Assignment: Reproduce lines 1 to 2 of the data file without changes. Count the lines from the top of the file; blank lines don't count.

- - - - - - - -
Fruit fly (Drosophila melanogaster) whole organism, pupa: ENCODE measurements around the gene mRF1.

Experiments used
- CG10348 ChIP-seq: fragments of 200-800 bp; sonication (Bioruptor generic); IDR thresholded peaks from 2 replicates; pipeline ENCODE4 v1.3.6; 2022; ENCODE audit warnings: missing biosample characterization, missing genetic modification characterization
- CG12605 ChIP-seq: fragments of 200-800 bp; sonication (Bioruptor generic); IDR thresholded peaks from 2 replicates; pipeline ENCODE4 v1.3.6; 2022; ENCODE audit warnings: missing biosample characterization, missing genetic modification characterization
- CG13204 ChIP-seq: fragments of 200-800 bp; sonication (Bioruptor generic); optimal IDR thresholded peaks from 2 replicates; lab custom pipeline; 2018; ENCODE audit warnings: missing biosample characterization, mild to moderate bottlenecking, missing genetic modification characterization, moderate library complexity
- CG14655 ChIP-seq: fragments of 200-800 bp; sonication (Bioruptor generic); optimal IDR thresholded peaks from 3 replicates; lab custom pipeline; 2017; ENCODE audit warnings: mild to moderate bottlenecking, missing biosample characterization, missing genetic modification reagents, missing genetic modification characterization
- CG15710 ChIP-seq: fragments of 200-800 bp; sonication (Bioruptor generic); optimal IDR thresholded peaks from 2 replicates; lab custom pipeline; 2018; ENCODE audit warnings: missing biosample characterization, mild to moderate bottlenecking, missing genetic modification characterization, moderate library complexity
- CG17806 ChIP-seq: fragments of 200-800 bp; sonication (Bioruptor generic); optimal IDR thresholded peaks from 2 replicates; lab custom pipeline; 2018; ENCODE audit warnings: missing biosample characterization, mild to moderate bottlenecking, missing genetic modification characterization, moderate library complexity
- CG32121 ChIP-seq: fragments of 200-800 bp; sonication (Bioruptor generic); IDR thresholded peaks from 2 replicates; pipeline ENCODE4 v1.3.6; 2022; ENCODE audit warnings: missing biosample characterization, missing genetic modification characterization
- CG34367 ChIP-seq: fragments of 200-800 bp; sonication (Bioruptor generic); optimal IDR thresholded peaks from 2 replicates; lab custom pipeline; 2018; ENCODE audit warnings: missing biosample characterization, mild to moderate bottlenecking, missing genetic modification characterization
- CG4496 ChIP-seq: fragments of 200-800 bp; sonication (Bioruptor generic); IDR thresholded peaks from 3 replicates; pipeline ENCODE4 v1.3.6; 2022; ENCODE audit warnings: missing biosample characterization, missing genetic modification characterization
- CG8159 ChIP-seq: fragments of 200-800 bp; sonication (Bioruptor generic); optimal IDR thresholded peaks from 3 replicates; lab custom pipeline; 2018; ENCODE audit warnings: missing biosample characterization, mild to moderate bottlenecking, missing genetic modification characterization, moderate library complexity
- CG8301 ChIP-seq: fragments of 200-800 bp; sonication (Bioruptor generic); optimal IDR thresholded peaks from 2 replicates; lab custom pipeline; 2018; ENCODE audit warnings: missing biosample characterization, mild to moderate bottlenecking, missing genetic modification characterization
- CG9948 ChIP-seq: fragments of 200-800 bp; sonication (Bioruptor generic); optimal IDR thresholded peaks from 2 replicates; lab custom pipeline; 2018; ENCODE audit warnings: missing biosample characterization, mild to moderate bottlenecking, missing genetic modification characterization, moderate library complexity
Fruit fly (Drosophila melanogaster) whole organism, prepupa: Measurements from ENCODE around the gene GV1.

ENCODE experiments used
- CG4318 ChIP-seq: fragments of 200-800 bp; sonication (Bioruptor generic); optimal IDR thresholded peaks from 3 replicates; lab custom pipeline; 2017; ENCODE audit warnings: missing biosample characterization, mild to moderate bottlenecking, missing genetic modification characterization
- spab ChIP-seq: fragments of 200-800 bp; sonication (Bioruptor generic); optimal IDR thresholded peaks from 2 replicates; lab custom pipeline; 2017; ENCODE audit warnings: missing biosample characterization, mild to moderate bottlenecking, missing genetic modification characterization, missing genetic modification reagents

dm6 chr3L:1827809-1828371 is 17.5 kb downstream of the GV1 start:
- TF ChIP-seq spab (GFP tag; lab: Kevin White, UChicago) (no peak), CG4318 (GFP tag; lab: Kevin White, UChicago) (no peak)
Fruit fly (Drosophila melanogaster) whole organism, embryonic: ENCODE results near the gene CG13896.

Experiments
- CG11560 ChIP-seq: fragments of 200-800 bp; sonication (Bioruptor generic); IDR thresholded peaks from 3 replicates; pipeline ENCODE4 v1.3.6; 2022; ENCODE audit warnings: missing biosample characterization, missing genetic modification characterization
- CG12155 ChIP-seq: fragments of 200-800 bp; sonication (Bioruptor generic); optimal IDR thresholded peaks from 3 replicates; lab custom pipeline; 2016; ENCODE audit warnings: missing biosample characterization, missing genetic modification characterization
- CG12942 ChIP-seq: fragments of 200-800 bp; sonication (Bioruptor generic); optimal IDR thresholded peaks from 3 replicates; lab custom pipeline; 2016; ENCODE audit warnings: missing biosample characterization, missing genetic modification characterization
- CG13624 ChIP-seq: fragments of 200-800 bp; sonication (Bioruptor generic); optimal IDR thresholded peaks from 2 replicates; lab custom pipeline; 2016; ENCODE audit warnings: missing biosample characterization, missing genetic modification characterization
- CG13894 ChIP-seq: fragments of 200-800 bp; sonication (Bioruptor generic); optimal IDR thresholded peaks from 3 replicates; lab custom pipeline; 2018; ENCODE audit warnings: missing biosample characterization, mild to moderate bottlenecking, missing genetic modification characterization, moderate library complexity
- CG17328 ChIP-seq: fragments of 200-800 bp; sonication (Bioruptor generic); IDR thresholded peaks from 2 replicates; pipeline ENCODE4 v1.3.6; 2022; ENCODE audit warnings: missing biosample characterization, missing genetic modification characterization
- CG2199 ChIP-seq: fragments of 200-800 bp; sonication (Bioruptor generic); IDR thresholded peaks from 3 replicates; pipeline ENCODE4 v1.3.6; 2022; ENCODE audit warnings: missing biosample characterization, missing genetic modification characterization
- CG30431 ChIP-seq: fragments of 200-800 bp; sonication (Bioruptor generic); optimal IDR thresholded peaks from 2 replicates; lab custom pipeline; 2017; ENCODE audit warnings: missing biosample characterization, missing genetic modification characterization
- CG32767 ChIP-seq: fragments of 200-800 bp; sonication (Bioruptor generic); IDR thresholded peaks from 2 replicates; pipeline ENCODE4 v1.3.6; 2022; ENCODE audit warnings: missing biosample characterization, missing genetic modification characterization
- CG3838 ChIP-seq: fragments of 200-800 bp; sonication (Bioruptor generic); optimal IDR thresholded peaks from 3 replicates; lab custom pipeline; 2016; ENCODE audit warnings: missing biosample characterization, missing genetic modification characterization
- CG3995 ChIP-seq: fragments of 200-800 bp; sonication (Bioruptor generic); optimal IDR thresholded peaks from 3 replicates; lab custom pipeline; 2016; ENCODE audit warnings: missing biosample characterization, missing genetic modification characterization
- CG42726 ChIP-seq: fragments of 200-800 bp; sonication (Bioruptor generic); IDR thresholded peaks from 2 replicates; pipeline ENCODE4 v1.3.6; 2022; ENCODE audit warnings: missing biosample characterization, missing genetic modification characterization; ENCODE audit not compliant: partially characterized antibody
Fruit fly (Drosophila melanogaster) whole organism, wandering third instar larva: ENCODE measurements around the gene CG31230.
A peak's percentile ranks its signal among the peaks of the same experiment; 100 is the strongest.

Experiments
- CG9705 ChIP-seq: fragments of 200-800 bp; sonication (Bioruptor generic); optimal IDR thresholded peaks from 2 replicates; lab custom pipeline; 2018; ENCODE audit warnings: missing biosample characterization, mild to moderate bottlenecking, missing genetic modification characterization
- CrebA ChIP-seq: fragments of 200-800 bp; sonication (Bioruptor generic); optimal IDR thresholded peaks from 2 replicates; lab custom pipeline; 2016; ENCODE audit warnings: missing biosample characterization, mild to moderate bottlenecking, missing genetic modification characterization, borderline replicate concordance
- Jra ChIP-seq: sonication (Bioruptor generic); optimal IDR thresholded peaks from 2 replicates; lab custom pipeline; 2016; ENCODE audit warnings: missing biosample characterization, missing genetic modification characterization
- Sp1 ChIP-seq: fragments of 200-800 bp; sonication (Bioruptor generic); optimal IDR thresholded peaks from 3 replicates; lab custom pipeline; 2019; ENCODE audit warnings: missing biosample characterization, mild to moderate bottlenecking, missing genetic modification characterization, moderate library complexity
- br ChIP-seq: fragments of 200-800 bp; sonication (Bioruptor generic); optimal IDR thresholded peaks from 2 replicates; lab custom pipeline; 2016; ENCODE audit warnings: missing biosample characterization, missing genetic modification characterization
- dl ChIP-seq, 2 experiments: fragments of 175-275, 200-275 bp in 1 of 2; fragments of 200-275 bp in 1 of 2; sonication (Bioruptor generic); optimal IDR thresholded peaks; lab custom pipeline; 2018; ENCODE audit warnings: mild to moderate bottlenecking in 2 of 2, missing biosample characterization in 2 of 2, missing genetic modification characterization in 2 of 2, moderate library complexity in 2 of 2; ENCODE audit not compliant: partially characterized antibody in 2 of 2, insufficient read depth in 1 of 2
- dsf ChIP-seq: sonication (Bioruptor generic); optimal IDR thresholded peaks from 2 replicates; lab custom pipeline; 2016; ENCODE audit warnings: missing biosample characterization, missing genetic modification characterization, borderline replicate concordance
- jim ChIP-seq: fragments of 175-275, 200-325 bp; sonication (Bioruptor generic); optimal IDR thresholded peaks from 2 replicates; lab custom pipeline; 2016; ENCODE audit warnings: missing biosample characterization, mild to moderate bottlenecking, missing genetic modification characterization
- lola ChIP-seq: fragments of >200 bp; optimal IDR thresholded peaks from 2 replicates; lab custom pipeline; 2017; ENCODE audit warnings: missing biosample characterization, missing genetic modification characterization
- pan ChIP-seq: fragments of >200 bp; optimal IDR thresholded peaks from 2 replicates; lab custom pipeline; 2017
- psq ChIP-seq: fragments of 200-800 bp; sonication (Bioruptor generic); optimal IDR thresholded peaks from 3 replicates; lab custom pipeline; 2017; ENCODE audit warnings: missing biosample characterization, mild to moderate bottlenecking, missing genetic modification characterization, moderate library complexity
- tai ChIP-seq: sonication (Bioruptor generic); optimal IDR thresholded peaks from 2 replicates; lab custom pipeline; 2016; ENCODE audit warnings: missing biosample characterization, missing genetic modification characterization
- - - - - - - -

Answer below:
Fruit fly (Drosophila melanogaster) whole organism, pupa: ENCODE measurements around the gene mRF1.

Experiments used